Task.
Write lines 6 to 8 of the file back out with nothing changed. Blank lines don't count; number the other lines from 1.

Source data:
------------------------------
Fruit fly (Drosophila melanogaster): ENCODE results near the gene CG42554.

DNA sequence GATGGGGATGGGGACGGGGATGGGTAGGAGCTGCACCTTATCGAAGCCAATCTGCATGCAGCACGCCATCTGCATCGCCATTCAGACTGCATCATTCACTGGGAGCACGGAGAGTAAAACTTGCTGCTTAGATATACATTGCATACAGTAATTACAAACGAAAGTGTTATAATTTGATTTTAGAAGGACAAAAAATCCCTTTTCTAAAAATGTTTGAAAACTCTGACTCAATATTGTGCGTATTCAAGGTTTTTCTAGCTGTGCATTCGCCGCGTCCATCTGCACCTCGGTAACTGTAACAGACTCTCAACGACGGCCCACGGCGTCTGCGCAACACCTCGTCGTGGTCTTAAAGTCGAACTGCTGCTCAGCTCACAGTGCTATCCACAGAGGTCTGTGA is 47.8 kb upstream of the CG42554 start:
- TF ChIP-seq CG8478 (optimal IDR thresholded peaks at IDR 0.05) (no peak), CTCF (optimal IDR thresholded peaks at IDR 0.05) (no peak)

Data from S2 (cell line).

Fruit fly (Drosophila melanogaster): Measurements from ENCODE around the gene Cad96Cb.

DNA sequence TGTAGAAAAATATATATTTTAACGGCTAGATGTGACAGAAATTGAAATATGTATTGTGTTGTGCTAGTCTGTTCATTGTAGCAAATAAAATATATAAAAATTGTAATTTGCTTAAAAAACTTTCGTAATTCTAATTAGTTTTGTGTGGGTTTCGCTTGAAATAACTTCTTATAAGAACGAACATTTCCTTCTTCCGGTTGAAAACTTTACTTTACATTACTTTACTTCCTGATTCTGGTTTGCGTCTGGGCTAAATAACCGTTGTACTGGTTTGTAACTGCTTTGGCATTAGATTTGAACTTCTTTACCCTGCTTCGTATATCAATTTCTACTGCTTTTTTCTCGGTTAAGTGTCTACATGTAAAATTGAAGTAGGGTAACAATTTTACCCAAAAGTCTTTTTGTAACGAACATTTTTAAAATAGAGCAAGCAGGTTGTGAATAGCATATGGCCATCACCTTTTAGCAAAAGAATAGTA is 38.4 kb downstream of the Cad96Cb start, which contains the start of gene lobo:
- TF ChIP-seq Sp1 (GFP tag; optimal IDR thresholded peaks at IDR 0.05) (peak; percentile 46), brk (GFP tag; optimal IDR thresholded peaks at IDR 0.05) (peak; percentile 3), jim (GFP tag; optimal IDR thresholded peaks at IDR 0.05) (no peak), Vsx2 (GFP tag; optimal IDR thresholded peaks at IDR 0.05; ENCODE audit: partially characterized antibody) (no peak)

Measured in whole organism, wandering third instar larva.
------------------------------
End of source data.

DNA sequence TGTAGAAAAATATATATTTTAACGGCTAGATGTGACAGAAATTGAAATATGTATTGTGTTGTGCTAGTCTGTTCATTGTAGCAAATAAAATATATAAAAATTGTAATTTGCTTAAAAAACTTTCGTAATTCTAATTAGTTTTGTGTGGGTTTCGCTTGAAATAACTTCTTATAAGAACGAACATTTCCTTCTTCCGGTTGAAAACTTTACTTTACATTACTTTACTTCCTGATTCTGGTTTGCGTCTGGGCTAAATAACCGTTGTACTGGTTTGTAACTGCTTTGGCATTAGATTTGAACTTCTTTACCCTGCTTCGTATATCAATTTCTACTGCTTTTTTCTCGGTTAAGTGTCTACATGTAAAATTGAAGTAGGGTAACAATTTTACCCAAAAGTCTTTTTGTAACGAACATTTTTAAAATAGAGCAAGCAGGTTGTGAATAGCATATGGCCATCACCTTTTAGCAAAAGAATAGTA is 38.4 kb downstream of the Cad96Cb start, which contains the start of gene lobo:
- TF ChIP-seq Sp1 (GFP tag; optimal IDR thresholded peaks at IDR 0.05) (peak; percentile 46), brk (GFP tag; optimal IDR thresholded peaks at IDR 0.05) (peak; percentile 3), jim (GFP tag; optimal IDR thresholded peaks at IDR 0.05) (no peak), Vsx2 (GFP tag; optimal IDR thresholded peaks at IDR 0.05; ENCODE audit: partially characterized antibody) (no peak)

Measured in whole organism, wandering third instar larva.